The attorney for a West Seneca paving firm has filed a notice of claim against Erie County demanding nearly $50,000 for correcting a sewer problem it blames on the county.
Gregory P. Photiadis, attorney for Sue/Perior Concrete and Paving Inc., also contends that Erie County Executive Chris Collins forced the Native-American company to repair storm sewer culverts along East and West Road in West Seneca by threatening to "blackball" it.
The county has ignored the company's efforts to get paid for the work, done last fall, Photiadis said.
During an Oct. 15 meeting with representatives of the contractor and County Public Works Commissioner Gerard J. Sentz, Deputy Highways Commissioner Gary M. Zawodzinski and West Seneca officials, Collins accused Sue/Perior of wrongdoing, Photiadis said.
Collins, Photiadis added, "falsely stated that Sue/Perior had damaged the sewer culverts during prior work it had done on the water lines beneath East and West Road."
Collins "threatened that Sue/Perior must immediately provide the labor and equipment to install new sewer culverts" and if it failed to do so, Collins said, "I'll blackball your company so fast you'll never work in this county again," Photiadis said.
Grant Loomis, Collins' spokesman, said the county could say little in response, since litigation is pending. "But in general, we believe the lawsuit is absolutely frivolous and without merit and will be vigorously defended," he said.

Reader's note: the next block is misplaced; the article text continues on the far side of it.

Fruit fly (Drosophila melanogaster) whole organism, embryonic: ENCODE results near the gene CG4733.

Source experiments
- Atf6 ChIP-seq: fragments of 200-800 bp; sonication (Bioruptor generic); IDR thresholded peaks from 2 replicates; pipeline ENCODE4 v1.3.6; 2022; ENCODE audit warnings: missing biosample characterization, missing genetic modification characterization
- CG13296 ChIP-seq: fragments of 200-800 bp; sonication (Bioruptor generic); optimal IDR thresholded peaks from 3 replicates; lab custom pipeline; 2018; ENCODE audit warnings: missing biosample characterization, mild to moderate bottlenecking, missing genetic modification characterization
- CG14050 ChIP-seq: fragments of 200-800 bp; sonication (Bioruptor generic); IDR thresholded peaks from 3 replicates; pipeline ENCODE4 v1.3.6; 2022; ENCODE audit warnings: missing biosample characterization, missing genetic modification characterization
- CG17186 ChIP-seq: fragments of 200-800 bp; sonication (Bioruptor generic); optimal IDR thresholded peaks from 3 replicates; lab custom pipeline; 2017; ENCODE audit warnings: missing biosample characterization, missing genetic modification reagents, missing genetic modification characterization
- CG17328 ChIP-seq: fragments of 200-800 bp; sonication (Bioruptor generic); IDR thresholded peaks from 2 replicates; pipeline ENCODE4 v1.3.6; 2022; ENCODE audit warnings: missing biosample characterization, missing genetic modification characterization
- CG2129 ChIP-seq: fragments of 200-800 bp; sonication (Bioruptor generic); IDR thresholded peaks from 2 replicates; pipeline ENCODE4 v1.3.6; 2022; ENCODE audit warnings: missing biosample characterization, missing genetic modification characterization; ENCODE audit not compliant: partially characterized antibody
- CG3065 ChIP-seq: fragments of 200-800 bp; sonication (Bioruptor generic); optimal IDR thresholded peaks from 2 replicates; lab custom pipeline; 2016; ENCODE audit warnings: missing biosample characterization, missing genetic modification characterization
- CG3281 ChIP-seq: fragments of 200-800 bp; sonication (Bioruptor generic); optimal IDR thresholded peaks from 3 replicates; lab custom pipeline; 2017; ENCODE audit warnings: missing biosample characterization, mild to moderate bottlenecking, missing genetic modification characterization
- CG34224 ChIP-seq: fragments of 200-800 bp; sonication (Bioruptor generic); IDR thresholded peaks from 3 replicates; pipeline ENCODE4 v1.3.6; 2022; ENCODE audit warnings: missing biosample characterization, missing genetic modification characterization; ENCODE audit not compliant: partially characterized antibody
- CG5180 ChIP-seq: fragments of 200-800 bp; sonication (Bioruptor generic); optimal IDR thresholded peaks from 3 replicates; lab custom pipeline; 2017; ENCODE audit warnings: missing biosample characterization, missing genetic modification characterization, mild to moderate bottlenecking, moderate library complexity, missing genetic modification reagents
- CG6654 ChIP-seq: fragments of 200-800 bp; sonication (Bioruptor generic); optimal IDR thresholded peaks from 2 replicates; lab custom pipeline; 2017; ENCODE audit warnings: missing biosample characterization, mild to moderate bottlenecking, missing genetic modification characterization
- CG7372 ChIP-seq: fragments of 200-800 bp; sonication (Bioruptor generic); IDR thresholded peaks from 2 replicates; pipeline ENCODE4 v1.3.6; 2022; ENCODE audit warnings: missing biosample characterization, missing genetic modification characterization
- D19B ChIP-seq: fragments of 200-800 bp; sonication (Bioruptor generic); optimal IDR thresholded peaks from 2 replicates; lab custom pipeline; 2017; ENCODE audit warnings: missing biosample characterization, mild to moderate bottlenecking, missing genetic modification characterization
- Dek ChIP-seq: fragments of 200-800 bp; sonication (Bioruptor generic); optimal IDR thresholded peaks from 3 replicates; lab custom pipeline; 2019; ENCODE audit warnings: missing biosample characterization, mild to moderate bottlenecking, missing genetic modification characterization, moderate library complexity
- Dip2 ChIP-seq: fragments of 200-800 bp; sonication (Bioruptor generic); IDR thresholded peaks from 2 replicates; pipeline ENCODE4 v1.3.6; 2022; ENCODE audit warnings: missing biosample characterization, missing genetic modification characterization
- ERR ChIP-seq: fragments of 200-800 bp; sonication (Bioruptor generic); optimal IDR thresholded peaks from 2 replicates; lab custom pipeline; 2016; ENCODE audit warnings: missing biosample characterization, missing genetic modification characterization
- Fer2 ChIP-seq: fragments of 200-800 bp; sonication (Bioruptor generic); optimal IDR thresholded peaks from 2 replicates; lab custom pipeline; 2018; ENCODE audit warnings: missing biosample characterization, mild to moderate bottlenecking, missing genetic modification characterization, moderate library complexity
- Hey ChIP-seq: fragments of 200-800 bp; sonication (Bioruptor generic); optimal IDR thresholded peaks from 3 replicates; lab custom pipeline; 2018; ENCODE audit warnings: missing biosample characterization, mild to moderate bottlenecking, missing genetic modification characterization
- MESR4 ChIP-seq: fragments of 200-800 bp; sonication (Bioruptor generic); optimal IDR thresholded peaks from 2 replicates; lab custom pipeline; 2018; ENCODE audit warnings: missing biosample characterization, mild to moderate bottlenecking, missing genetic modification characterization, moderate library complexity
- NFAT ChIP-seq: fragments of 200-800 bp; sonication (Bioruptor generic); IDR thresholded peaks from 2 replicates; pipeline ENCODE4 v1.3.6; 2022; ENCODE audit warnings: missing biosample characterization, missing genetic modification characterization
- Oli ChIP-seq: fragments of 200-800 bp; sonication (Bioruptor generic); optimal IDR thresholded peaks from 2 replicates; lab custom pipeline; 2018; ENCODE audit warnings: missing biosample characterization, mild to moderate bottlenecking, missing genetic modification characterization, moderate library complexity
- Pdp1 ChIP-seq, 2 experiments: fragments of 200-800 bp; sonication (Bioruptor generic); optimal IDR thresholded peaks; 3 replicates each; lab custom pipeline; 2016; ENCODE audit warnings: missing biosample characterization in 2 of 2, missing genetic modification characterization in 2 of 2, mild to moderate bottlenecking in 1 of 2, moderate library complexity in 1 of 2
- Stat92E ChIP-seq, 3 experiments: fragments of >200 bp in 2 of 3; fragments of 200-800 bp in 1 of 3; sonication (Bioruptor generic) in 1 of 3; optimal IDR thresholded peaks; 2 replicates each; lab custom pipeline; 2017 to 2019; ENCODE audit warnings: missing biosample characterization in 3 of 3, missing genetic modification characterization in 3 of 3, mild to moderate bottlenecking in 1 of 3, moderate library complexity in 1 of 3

Loomis said the county believes the action was taken solely because the county executive "called them to task for what he saw as work that damaged county property, county facilities and harmed local residents."
Statements from homeowners in the area where Sue/Perior did work for the town two years ago attest that after the contractor "walked way" from that job, they began experiencing flooding in their basements and yards, something that never occurred before, Loomis said.
During the talks last year, the contractor was given the option of using county-supplied material to repair the damage or reimbursing the county for repair work contracted out to another firm. It opted to do the work itself, Loomis said.
Photiadis said problems with the county-owned sewer culverts were noticed two years ago when Sue/Perior, under a contract with the Town of West Seneca, replaced water lines along East and West Road. But the county, he said, never followed through with a repair proposal.
"At the direction of the Town of West Seneca" Sue/Perior replaced a 410-foot section of "very badly deteriorated culvert," and the town re-imbursed the company for that work, Photiadis said.
Then, Photiadis said, county officials began "fabricating the accusation that the deteriorated and silted conditions of the storm drains" along the road were the fault of Sue/Perior, Photiadis said.
He added that the company completed the work in November because a substantial portion of its seven-figure annual business comes from within the county and it feared losing county work in the face of Collins' threat.
In excavating the road and exposing the sewer culvert, the company found the culvert deterioration "was the result of the wear of time and neglect" by the county, he said.
Photiadis said that unless the county pays the contractor's claim "within a reasonable time," Sue/Perior will file suit against the county and Collins personally seeking damages for impairment of its business and infringement of its corporate constitutional rights.